Objective: To compare the progression of biochemical biomarkers of osteoarthritis (OA), knee pain, and function between nonobese patients (NON), obese patients without depression (OBESE), and obese patients with comorbid depression (O + D).
Design: Utilizing the FNIH OA Biomarkers Consortium dataset, we categorized knee OA patients into NON, OBESE, and O + D groups based on body mass index and Center for Epidemiological Studies-Depression (CES-D) scores. Subjective symptoms (Knee injury and Osteoarthritis Outcome Score Quality of Life subscale (KOOS QOL), Western Ontario and McMaster Universities Osteoarthritis Index (WOMAC) Pain and Physical Function scores, and the Short Form-12 (SF-12) Physical Component Score [PCS]) and objective measures of cartilage degradation and bone remodeling (urinary CTXII and CTXIα) were compared among groups at baseline and 2-year follow-up.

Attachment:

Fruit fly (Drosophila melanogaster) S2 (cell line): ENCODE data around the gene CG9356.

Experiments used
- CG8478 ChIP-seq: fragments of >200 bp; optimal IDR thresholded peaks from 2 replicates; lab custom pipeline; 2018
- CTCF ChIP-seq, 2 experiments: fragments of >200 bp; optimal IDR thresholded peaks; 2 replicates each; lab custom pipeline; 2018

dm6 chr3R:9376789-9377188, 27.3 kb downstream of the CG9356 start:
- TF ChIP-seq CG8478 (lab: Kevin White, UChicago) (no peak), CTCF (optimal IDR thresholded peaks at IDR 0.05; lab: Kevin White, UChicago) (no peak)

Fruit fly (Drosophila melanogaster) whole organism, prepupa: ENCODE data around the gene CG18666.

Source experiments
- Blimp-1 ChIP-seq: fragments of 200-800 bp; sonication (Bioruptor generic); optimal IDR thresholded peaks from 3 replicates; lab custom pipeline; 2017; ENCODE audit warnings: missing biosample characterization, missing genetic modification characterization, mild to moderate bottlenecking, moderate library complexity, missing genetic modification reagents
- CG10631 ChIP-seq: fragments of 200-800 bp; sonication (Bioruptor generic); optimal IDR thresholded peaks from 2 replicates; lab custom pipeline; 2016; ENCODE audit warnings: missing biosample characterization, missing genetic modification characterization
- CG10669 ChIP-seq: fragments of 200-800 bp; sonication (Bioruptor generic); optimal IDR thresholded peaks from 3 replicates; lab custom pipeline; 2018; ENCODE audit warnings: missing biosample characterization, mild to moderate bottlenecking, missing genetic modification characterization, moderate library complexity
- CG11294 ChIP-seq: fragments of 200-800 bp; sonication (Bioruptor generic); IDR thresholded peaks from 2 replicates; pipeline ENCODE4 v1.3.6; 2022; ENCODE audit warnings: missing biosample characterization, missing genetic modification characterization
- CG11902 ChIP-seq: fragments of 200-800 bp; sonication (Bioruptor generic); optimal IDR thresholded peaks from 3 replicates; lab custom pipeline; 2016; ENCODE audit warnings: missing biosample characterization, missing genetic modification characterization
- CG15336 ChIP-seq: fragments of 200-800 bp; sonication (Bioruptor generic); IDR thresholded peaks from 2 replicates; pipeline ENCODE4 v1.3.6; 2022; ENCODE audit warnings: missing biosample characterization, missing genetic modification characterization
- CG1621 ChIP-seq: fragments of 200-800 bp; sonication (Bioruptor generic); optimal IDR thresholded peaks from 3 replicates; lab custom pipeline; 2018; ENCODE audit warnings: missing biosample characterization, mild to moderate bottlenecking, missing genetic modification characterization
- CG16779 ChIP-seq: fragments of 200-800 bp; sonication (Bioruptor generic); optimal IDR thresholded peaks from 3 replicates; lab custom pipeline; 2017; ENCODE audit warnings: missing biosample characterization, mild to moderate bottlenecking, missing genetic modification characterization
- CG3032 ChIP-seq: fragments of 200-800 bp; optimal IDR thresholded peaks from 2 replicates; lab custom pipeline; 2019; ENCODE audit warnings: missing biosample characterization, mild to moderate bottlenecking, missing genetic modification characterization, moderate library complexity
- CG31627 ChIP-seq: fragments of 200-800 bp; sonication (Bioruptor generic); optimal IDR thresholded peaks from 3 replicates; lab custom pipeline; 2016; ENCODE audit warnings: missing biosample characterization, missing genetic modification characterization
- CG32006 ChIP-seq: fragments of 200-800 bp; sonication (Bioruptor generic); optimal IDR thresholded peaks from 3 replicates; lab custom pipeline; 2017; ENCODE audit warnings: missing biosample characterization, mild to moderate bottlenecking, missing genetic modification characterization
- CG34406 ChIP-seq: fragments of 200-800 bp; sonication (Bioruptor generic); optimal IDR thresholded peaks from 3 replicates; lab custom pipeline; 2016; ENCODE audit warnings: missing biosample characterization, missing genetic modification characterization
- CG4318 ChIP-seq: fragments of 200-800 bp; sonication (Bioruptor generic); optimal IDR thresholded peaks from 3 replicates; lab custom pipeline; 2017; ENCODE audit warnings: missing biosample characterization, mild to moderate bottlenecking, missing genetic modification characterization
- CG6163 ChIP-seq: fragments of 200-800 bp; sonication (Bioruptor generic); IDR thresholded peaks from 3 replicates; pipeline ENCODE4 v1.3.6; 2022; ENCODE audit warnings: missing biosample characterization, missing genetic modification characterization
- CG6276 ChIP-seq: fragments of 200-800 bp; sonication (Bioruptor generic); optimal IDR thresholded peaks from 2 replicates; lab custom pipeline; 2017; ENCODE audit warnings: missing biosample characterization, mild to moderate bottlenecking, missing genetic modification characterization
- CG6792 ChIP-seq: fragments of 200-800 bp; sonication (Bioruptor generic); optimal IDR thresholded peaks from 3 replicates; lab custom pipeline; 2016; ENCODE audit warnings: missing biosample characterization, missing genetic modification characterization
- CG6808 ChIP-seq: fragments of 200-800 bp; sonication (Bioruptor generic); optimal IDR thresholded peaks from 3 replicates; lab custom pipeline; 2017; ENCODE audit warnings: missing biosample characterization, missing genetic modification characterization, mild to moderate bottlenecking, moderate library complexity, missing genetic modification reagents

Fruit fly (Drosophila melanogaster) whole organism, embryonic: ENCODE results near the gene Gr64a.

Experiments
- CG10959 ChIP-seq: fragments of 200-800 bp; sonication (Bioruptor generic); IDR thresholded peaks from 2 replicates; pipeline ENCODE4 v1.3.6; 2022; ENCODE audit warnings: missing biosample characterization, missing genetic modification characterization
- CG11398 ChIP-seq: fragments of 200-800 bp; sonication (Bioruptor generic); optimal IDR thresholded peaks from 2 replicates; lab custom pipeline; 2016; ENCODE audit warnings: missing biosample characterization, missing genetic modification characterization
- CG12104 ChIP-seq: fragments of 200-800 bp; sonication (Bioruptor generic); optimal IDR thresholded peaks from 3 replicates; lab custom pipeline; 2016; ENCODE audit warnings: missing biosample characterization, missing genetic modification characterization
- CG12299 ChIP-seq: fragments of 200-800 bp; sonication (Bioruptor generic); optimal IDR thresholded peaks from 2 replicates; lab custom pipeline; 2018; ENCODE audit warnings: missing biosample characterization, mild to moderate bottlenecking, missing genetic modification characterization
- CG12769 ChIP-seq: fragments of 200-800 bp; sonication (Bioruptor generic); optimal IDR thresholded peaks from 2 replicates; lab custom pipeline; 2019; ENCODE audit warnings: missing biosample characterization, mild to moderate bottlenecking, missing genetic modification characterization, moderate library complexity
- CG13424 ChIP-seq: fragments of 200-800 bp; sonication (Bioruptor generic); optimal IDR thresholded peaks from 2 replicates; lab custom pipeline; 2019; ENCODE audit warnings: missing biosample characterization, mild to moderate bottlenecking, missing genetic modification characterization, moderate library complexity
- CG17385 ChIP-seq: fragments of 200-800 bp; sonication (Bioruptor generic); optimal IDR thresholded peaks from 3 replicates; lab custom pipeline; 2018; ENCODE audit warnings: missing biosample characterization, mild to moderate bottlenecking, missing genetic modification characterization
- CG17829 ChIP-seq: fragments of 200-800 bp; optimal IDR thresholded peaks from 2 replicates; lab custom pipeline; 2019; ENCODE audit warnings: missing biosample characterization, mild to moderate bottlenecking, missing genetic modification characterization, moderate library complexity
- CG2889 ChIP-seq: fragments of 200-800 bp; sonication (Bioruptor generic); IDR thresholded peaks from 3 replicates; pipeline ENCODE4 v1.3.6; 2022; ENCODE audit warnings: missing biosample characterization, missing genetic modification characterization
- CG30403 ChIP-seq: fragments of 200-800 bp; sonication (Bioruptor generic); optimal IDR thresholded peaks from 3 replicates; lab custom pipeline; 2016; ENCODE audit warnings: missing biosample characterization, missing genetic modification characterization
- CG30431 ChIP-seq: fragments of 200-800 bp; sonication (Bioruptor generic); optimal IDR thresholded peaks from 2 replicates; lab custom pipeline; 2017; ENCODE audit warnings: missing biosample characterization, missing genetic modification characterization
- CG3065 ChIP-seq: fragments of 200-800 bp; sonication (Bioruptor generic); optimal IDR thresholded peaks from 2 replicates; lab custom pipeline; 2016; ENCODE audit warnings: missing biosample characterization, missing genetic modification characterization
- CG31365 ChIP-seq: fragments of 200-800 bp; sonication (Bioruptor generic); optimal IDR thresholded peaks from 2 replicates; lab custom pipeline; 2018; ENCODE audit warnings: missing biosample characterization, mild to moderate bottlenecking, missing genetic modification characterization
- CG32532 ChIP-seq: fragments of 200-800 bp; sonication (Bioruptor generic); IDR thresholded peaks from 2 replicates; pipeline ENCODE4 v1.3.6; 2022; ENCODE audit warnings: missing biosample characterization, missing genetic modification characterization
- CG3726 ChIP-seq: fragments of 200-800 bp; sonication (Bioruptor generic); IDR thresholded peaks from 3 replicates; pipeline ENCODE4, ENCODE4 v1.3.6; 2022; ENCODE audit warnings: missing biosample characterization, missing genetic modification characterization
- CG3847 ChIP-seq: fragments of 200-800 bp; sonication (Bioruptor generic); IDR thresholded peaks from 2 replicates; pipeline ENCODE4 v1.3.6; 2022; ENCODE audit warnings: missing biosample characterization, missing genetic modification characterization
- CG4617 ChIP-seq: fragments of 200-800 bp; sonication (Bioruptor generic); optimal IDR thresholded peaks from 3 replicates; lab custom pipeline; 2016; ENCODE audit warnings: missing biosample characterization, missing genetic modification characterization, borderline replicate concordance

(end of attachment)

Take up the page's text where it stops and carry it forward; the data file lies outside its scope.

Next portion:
Results: Of the 600 patients, 282 (47%) were NON, 285 (47.5%) OBESE, and 33 (5.5%) O + D. The O + D group had significantly worse pain and function both at baseline and 2-year follow-up (P < 0.001 for all comparisons) as evidenced by self-reported measures on KOOS QOL, WOMAC Pain, WOMAC Physical Function, and SF-12 PCS. The O + D group also demonstrated significant increases in CTXII (P = 0.01) and CTXIα (P = 0.005), whereas the NON and OBESE groups did not.
Conclusions: The combination of inferior knee pain, physical function, and significantly greater increases in biomarkers of cartilage degradation and bony remodelling suggest a more rapid progression for obese OA patients with comorbid depression. The link between systemic disease, inflammatory burden, and progressive cartilage degradation is in line with increasing concerns about a degenerative synovial environment in early osteoarthritic knees that progress to treatment failure with biologic restoration procedures.
Trial registration: ClinicalTrials.gov NCT00080171.
Keywords: biomarker; depression; knee; obesity; osteoarthritis; pain.